DOWNBOUND TRAIN

The Smithereens' version

I had a job, I had a girl
I had something going mister in this world
I got laid off down at the lumber yard
Our love went bad, times got hard
Now I work down at the carwash
Where all it ever does is rain
Don't you feel like you're a rider on a downbound train

She just said "Joe I gotta go
We had it once we ain't got it any more"
She packed her bags left me behind
She bought a ticket on the Central Line
Nights as I sleep, I hear that whistle whining
I feel her kiss in the misty rain
And I feel like I'm a rider on a downbound train

Last night I heard your voice
You were crying, crying, you were so alone
You said your love had never died
You were waiting for me at home
Put on my jacket, I ran through the woods
I ran till I thought my chest would explode
There in the clearing, beyond the highway
In the moonlight, our wedding house shone
I rushed through the yard, I burst through the front door
My head pounding hard, up the stairs I climbed
The room was dark, our bed was empty
Then I heard that long whistle whine
And I dropped to my knees, hung my head and cried

Now I swing a sledge hammer on a railroad gang
Knocking down them cross ties, working in the rain
Now don't it feel like you're a rider on a downbound train


The above lyrics refer to The Smithereens' cover that was included on the tribute albums One Step Up / Two Steps Back: The Songs Of Bruce Springsteen, Downbound Train, and The Songs Of Bruce Springsteen. Read liner notes below.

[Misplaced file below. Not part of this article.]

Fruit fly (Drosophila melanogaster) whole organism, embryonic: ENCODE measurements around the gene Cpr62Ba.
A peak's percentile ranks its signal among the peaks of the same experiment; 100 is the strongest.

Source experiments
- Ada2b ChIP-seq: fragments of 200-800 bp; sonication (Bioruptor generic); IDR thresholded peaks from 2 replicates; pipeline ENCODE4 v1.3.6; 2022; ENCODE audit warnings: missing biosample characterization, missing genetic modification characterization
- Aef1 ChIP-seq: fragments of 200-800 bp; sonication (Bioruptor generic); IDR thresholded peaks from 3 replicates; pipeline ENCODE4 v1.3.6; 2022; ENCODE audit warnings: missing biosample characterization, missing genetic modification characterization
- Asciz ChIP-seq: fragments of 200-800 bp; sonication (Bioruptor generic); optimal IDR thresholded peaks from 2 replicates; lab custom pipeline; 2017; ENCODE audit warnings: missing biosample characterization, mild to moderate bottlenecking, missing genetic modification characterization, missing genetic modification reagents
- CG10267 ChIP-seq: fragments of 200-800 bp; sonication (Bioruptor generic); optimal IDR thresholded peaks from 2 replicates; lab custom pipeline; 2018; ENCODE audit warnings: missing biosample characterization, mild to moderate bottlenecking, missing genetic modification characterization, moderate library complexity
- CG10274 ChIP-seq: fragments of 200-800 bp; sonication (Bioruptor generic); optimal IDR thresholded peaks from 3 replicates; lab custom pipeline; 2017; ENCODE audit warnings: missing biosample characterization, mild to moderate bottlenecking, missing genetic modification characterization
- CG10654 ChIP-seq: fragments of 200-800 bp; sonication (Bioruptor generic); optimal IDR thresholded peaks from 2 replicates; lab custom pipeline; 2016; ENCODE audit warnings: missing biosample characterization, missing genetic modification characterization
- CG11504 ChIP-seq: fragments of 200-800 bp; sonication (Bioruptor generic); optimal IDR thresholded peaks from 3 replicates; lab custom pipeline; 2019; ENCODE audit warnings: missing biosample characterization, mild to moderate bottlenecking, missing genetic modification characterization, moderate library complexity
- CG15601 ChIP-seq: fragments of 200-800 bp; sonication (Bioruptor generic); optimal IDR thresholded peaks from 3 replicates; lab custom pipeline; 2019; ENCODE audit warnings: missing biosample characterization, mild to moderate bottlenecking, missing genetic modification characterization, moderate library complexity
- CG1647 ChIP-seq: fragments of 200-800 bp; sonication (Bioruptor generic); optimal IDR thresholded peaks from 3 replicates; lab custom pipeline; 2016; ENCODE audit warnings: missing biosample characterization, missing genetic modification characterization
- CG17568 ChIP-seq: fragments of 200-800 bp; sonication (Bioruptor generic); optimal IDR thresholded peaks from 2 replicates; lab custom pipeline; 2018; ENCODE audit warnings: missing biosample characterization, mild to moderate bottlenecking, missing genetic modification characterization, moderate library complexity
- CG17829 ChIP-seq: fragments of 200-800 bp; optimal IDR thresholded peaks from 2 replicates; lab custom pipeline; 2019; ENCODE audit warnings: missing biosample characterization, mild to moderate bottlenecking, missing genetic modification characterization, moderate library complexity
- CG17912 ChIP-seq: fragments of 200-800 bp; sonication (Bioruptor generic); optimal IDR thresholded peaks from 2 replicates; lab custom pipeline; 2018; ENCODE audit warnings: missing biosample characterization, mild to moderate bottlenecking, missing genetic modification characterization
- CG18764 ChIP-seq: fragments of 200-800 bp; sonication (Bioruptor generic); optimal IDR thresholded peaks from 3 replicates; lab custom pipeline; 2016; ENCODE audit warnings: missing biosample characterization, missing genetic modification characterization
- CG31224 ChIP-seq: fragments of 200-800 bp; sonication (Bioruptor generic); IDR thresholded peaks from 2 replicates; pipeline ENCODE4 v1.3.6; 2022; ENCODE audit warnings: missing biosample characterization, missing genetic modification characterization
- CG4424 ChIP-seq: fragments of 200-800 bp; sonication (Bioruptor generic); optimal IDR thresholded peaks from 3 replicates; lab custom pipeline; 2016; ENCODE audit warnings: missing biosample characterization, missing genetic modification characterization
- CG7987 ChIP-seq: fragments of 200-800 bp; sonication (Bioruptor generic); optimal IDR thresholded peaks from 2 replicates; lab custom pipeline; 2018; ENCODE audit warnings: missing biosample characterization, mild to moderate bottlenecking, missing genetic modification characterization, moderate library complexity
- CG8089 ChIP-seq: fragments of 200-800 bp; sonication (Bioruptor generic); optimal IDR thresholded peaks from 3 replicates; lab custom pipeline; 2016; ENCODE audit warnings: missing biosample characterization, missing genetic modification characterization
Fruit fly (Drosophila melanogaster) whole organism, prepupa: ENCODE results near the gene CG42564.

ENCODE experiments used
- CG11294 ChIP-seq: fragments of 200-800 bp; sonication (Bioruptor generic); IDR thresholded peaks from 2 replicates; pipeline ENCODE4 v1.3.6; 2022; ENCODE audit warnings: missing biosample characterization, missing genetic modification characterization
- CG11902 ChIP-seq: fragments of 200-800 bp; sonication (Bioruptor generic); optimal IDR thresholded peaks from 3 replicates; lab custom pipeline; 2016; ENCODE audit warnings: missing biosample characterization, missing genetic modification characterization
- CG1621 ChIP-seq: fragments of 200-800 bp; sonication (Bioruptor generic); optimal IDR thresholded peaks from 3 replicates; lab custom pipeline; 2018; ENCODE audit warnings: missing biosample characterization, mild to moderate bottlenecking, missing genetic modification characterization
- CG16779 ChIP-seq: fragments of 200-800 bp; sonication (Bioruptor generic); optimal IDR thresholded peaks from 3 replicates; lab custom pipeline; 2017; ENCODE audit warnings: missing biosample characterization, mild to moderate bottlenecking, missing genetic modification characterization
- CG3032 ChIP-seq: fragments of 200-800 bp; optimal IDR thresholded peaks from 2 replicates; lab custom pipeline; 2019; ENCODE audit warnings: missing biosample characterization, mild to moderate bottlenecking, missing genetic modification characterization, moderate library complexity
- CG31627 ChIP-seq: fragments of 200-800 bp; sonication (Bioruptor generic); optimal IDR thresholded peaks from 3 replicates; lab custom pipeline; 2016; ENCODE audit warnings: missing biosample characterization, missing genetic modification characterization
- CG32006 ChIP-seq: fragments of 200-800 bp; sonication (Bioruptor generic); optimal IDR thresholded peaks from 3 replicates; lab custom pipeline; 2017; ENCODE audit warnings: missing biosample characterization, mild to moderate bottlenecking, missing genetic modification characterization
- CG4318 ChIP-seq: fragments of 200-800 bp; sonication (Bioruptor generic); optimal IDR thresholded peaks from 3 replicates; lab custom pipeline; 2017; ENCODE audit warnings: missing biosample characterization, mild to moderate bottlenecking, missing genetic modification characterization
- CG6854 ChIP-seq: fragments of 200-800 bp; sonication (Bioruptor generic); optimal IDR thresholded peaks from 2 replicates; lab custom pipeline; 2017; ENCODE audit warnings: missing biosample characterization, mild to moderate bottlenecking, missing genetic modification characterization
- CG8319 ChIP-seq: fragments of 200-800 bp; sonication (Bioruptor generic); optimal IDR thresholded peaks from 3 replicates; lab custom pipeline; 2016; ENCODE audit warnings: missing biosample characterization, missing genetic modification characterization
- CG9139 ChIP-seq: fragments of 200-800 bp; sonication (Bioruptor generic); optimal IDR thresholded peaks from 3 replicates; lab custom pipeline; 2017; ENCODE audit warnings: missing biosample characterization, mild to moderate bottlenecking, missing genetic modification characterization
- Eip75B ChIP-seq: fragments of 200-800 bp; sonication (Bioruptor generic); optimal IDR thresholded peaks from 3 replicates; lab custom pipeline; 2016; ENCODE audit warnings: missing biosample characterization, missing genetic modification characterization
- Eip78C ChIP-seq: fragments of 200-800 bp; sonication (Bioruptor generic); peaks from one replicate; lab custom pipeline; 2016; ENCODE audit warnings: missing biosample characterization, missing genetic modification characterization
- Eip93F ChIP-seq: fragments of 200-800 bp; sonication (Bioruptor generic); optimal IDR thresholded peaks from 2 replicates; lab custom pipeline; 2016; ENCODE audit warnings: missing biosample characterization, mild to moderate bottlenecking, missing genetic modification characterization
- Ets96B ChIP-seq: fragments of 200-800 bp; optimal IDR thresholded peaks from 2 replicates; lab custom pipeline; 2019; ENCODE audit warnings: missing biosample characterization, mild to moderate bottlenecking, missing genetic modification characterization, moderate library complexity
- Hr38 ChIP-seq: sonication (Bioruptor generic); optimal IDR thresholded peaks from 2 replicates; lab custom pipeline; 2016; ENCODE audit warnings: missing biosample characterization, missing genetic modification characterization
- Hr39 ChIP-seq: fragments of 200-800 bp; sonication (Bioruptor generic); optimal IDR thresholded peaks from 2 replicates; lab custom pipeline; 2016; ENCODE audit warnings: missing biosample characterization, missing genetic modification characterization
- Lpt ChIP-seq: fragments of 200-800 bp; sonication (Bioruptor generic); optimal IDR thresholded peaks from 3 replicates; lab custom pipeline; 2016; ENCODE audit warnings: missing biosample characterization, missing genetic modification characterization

Check out the album's version for more details about the song. Check also early demo #1, early demo #2, Nebraska demo version, live 21 Jun 1985 version, live 11 Aug 1999 version, live 25 Jun 2005 version, Raul Malo's version, and Kirk Kelly's version.


Liner notes from the One Step Up / Two Steps Back: The Songs Of Bruce Springsteen tribute booklet:

We chose "Downbound Train" because nothing else really felt like the right fit. It had nice dark mood, a cinematic quality. It's a story and it had the mood that fit with something like The Smithereens would do. Springsteen nurtured and developed his gift, didn't get lazy and turn into a parody of himself. He's continued to evolve with each record and he's still evolving today, but is always artistically pure. He didn't fall victim to his own press clippings and never got that "rock star" attitude.

-Mike Mesaros, The Smithereens